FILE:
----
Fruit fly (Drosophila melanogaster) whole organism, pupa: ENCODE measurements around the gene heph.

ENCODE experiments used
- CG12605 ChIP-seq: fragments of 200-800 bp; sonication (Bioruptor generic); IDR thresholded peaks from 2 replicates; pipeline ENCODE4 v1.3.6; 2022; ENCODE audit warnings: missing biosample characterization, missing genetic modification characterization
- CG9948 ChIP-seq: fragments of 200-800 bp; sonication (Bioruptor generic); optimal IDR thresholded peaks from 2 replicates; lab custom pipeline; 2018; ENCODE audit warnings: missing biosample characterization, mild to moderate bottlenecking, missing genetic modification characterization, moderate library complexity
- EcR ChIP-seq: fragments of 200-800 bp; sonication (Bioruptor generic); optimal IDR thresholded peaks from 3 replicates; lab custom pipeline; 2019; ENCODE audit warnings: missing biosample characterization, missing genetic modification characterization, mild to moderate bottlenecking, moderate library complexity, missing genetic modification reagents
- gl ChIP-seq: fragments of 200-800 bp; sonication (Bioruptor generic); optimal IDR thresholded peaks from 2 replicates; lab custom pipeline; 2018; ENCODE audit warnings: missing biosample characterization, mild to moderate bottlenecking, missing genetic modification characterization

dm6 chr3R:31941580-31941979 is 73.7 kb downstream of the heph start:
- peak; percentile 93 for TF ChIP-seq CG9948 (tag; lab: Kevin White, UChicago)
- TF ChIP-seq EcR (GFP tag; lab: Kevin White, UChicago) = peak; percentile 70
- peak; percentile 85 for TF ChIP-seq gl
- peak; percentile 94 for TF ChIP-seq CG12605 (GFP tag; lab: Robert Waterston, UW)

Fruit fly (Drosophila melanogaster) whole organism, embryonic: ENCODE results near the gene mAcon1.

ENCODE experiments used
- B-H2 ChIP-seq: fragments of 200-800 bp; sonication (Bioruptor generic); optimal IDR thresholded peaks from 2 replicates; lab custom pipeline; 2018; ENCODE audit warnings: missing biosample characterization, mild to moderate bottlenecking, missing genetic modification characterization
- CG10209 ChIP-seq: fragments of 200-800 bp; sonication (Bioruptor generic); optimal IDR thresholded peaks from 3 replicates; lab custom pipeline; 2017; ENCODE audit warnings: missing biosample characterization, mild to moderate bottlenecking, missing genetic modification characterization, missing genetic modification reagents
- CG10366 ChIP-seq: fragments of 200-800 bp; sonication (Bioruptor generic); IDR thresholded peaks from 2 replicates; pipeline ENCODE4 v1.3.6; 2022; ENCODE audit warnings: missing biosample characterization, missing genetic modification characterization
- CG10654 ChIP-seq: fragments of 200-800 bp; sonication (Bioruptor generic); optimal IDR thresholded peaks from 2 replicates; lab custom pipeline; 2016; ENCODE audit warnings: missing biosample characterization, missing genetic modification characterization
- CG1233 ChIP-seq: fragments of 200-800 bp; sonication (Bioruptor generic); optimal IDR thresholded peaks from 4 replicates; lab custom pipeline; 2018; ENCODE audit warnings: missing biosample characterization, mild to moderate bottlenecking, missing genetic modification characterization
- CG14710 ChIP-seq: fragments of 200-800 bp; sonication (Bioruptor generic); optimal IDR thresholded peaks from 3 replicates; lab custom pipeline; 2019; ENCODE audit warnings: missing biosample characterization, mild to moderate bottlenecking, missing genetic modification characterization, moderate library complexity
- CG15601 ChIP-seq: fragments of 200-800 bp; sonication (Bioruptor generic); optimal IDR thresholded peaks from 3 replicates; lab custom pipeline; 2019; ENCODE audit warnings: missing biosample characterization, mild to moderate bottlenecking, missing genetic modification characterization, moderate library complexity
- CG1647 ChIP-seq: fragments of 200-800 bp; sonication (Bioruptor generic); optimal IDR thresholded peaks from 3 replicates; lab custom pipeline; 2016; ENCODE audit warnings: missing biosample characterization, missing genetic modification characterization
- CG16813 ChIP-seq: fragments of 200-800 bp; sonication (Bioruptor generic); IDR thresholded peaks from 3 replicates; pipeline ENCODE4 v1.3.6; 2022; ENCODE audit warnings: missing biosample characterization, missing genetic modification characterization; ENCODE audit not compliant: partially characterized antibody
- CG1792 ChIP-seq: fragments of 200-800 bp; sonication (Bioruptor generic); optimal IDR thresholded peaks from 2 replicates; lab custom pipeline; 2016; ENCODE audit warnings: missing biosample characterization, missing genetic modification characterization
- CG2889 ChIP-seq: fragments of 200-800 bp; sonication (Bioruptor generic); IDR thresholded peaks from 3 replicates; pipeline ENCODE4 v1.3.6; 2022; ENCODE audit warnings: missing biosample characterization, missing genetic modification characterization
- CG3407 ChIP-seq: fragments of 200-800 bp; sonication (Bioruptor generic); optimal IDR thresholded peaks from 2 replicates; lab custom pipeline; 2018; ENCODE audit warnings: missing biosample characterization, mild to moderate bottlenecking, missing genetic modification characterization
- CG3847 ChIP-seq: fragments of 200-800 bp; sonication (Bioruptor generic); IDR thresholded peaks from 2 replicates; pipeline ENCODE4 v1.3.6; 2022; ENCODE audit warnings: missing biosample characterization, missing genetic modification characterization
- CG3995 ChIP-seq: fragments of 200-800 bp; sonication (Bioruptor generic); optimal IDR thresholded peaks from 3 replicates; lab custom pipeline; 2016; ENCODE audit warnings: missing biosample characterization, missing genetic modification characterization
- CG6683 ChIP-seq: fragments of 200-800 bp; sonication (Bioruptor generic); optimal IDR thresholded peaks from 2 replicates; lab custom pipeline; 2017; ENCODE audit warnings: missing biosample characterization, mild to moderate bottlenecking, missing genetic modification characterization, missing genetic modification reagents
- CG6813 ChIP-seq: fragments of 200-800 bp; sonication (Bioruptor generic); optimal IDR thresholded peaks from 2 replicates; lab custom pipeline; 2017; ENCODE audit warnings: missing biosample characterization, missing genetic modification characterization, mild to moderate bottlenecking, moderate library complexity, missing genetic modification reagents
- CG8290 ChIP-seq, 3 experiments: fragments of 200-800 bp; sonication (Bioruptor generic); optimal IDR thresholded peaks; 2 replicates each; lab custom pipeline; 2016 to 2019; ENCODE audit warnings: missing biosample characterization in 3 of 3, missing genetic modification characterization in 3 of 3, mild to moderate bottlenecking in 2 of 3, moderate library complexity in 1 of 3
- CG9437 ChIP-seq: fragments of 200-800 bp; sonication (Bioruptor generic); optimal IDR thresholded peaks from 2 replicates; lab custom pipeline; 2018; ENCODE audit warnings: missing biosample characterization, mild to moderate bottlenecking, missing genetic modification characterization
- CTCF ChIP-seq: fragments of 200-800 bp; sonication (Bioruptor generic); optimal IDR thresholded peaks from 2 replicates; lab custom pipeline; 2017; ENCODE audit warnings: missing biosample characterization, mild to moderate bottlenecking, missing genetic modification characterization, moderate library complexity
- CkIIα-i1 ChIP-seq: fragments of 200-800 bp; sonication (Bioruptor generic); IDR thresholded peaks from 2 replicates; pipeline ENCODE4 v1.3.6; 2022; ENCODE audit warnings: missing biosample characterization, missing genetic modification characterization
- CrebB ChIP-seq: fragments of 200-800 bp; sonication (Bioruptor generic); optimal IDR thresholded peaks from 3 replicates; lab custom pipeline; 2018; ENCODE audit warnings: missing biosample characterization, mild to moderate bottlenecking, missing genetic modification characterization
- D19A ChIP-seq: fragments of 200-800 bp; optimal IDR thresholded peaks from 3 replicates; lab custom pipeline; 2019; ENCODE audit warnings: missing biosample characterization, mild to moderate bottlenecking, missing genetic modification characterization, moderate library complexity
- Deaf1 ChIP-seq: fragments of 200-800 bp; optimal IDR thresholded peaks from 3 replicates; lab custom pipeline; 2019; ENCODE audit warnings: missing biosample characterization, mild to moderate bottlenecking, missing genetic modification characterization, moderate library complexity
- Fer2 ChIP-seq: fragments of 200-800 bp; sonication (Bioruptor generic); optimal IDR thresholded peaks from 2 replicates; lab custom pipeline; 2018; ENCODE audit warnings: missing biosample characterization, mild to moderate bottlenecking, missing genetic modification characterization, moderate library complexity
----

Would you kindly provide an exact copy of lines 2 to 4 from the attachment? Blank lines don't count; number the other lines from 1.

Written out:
ENCODE experiments used
- CG12605 ChIP-seq: fragments of 200-800 bp; sonication (Bioruptor generic); IDR thresholded peaks from 2 replicates; pipeline ENCODE4 v1.3.6; 2022; ENCODE audit warnings: missing biosample characterization, missing genetic modification characterization
- CG9948 ChIP-seq: fragments of 200-800 bp; sonication (Bioruptor generic); optimal IDR thresholded peaks from 2 replicates; lab custom pipeline; 2018; ENCODE audit warnings: missing biosample characterization, mild to moderate bottlenecking, missing genetic modification characterization, moderate library complexity